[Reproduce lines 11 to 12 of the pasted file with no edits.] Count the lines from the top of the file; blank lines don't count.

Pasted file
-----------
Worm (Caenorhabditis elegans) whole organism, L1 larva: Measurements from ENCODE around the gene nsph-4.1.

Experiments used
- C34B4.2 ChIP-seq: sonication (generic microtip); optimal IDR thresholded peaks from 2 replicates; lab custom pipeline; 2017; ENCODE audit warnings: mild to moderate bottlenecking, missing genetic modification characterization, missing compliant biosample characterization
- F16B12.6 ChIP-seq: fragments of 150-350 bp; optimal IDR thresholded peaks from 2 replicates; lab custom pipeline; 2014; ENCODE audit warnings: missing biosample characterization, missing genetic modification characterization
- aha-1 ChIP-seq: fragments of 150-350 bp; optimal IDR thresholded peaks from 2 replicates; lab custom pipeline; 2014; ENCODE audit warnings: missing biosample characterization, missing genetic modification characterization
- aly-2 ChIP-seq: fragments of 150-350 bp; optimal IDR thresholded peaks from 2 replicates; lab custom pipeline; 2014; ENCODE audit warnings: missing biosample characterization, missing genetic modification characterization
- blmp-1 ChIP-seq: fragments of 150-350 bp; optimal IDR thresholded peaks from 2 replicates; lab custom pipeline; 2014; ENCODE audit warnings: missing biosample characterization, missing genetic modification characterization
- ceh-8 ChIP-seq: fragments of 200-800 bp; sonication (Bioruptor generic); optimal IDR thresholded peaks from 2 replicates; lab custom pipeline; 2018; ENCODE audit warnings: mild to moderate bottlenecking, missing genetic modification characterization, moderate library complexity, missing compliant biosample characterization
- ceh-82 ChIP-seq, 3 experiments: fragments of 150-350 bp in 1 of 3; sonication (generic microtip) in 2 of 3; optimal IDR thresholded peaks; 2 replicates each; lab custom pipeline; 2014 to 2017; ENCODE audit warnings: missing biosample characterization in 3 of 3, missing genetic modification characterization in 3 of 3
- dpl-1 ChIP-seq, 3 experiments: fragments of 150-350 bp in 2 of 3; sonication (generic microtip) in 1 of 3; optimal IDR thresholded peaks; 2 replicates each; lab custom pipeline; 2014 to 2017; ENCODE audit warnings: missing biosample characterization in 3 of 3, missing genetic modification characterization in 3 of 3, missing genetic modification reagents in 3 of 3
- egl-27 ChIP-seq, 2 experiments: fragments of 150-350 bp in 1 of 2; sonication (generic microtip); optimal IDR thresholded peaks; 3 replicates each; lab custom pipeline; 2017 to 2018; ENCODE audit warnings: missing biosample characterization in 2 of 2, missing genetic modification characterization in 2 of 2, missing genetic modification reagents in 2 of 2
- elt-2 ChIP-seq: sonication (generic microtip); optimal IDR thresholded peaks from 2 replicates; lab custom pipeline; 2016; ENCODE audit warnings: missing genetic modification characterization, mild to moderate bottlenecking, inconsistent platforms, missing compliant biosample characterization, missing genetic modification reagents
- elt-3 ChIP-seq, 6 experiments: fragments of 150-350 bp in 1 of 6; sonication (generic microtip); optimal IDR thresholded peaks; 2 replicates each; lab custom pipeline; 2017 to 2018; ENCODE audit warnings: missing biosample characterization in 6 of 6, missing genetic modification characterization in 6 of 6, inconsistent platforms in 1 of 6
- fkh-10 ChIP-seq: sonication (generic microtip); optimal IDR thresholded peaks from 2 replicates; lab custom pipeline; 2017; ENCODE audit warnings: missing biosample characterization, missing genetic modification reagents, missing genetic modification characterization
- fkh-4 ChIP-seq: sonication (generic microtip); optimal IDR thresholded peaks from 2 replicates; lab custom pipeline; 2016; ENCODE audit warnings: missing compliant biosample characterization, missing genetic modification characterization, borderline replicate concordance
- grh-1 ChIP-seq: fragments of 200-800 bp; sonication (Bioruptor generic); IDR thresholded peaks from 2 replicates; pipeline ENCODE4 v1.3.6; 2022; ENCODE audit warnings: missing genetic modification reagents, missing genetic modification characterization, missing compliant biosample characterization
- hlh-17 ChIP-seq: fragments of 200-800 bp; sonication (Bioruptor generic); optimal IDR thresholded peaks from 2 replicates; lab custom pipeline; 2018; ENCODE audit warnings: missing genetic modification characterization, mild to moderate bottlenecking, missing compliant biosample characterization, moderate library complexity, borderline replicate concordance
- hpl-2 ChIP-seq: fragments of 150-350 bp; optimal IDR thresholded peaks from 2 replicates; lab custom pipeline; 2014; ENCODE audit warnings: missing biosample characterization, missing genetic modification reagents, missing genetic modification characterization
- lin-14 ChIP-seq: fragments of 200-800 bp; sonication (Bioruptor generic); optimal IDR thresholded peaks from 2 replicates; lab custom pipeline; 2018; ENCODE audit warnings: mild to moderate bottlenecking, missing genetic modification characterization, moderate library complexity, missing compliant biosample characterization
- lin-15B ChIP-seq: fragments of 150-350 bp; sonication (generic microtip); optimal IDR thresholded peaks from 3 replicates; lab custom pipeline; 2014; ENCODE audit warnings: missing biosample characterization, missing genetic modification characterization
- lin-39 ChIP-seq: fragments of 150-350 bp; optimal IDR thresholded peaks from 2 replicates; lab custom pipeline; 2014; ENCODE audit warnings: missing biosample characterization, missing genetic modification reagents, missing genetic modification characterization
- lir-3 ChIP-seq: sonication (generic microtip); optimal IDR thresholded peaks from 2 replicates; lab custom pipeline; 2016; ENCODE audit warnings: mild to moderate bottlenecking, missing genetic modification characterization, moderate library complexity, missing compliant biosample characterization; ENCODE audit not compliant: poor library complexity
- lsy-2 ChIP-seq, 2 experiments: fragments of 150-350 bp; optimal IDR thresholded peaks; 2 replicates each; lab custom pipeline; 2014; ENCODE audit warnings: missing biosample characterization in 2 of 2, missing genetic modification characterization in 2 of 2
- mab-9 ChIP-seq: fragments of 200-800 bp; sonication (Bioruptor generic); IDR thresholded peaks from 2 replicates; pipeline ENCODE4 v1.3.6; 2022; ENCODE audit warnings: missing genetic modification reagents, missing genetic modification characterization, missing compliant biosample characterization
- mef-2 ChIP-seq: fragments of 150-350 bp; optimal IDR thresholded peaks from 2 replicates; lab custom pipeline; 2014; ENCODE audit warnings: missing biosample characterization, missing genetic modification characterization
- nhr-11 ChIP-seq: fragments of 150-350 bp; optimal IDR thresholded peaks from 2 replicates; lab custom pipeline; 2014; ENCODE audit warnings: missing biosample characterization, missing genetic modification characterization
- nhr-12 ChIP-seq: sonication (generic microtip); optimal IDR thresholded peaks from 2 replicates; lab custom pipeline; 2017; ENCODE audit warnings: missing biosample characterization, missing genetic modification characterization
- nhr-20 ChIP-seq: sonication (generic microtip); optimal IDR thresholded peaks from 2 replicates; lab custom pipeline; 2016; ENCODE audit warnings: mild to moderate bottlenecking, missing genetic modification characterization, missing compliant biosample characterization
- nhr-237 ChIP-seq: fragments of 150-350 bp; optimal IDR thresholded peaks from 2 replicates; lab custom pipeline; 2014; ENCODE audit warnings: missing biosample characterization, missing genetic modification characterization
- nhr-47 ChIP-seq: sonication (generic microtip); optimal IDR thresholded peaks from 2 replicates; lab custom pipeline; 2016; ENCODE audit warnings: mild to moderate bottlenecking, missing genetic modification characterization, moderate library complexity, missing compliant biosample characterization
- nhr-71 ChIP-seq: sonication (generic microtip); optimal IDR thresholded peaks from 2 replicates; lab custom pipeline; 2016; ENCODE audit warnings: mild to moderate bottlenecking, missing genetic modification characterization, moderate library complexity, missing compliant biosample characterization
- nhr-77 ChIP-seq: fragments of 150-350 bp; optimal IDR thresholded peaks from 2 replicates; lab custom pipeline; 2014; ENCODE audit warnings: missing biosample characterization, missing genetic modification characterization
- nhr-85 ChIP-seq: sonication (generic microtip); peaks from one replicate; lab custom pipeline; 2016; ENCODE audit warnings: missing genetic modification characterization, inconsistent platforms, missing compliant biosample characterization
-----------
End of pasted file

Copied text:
- egl-27 ChIP-seq, 2 experiments: fragments of 150-350 bp in 1 of 2; sonication (generic microtip); optimal IDR thresholded peaks; 3 replicates each; lab custom pipeline; 2017 to 2018; ENCODE audit warnings: missing biosample characterization in 2 of 2, missing genetic modification characterization in 2 of 2, missing genetic modification reagents in 2 of 2
- elt-2 ChIP-seq: sonication (generic microtip); optimal IDR thresholded peaks from 2 replicates; lab custom pipeline; 2016; ENCODE audit warnings: missing genetic modification characterization, mild to moderate bottlenecking, inconsistent platforms, missing compliant biosample characterization, missing genetic modification reagents